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A Dangerous Trend

A Dangerous Trend

A Dangerous Trend

 

MASTER SGT. CHRISTOPHER REMINGTON
Eighth Army, Headquarters and Headquarters Battalion
Headquarters Support Company Safety Office
Camp Humphreys, Korea

 

I’ve noticed a dangerous trend in the Army — units taking shortcuts when issuing tactical driver’s licenses. It seems some of us have gotten away from the standards and regulations put in place to ensure proper training. Driver training across the military has been an ongoing battle, whether it was a transporter or a military intelligence master driver teaching a course. We need to treat this position as a role, not an additional duty.

There are some incorrect assumptions made throughout the military, especially when it comes to vehicle operations. For example, assuming a Soldier can drive any Army vehicle just because they have a driver’s license or that a senior NCO knows how to ground guide. As an 88M motor transport operator, this is my third tour in Korea. I started as a private in 2001, then as a master driver at the company level in 2010. Currently, I’m the Eighth Army master driver. I’ve seen good and bad practices throughout my career, and now I’m in a position to effect change. I was put in place to inspect many of the battalion driver training programs and found there were a lot of shortcuts being taken. The knowledge was just not there.

For the majority of Soldiers, Korea is just a one-year tour, which allows complacency to occur both on and off duty, especially toward the end of the rotation. While there is a constant flow of Soldiers arriving and departing Korea, the mission keeps going. Therefore, units have to fill tactical vehicle seats with Soldiers in the ranks of E-4 and above. For years Korea has had a qualification program for the truck commander (TC)/vehicle commander (VC) in tactical vehicles because Army Regulation 600-55 left it open for every commander to decide whether the TC/VC needed a license. Korea is different because the majority of our missions are conducted off the installations and require a TC/VC.

After a tactical vehicle fatality over here, we really focused on a few areas. We implemented tactical vehicle roadside inspections (on and off post), our Eighth Army (Korea) master driver course was updated, and the TC/VC certification requirements were enforced and verified with inspectable documentation. With roadside inspections, one of our checks is to verify the TC/VC has a tactical license or an Eighth Army TC/VC card that states that they were properly trained and tested. This training focuses on their individual responsibilities, dispatching procedures, ground guiding and familiarization of local laws.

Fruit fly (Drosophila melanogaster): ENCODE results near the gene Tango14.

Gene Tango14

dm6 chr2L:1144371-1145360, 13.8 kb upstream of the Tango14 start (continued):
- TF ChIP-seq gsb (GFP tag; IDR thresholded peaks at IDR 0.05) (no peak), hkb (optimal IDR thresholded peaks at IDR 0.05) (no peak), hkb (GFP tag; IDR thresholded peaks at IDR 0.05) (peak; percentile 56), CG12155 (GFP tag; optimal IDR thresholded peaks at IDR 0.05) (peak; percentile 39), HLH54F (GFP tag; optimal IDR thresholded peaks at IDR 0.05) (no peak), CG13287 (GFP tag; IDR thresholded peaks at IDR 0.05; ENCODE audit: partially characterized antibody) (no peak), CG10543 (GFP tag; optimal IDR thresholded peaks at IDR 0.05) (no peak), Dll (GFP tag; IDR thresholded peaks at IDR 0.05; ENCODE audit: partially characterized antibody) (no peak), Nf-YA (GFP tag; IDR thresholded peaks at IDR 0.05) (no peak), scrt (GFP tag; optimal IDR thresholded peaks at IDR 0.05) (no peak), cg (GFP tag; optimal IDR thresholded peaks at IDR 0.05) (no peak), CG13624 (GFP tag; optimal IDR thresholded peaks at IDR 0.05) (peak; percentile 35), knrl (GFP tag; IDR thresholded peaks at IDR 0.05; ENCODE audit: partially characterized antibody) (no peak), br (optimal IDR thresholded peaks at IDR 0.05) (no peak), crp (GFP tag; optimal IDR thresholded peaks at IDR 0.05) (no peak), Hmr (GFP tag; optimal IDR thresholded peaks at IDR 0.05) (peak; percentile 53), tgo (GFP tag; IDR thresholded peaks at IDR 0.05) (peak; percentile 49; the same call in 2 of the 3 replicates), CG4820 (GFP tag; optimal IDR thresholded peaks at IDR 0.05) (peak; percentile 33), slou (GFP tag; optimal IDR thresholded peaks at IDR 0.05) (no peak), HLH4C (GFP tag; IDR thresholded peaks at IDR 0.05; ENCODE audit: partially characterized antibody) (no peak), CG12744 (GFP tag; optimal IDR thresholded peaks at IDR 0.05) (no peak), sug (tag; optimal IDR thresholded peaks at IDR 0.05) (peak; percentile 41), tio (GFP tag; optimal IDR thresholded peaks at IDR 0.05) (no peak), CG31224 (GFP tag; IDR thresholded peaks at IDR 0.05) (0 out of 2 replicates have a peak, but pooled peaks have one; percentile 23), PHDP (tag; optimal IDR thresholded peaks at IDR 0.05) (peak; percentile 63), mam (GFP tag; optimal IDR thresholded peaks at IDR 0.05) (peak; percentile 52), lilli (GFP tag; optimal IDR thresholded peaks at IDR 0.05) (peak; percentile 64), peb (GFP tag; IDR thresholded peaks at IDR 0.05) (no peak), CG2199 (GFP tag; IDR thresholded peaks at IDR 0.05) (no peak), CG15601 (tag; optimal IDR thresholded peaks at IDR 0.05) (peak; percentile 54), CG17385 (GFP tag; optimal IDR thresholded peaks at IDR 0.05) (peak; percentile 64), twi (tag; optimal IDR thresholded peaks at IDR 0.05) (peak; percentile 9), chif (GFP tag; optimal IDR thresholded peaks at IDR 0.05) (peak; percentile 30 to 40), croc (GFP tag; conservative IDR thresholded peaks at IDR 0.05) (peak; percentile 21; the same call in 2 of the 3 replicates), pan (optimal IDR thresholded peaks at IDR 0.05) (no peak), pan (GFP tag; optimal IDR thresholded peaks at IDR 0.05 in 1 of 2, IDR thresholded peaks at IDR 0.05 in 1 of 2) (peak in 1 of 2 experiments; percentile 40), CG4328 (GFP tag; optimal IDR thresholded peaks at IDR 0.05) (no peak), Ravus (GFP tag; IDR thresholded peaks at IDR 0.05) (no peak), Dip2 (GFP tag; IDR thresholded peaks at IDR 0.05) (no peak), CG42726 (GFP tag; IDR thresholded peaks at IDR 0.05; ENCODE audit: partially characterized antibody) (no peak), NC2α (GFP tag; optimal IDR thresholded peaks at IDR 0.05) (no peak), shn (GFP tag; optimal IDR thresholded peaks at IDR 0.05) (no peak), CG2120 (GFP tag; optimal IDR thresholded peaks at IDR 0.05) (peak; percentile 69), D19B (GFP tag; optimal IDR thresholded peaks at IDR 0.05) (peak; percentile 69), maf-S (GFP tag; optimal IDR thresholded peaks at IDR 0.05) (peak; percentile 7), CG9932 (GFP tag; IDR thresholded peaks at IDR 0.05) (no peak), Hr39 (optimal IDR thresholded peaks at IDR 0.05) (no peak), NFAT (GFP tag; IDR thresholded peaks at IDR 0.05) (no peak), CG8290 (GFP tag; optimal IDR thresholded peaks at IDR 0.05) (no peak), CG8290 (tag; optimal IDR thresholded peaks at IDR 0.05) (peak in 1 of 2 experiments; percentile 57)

Throughout the military, ground guiding seems to be a big issue. Korea has attempted to rectify that issue through guidance mandating that, at a minimum, TCs/VCs are qualified, from generals and below. This has been a successful program because it makes the commands put an emphasis on their personnel to check, verify and conduct pre-combat checks (PCCs)/pre-combat inspections (PCIs) within their organizations as well as the repercussions that come with possible inspections from their higher headquarters.

When conducting these roadside inspections, I find that a lot of the drivers, normally E-3 and below, become motivated. They know their vehicle is good because they have checked and rechecked all of their equipment and documentation prior to movement. This is where the Army as a whole should be. Unfortunately, sometimes you will come across a Soldier who was in a hurry and forgot to do the basic checks.

Since we started the roadside inspections, there has been a decrease in mishaps. This holds everyone accountable and it’s been making everyone go back to the basics of PCCs/PCIs, whether they’re traveling 10 minutes down the road or across the Korean peninsula. Not only is this helping the Soldiers and civilians in Korea, but also installations in the United States. There have been numerous Soldiers leaving Korea who implement this TC/VC program and roadside inspection checklist at home station. This, in turn, helps ensure the Army maintains “Readiness Through Safety.”

 

 

  • 6 June 2021
  • Author: USACRC Editor
  • Number of views: 393
  • Comments: 0
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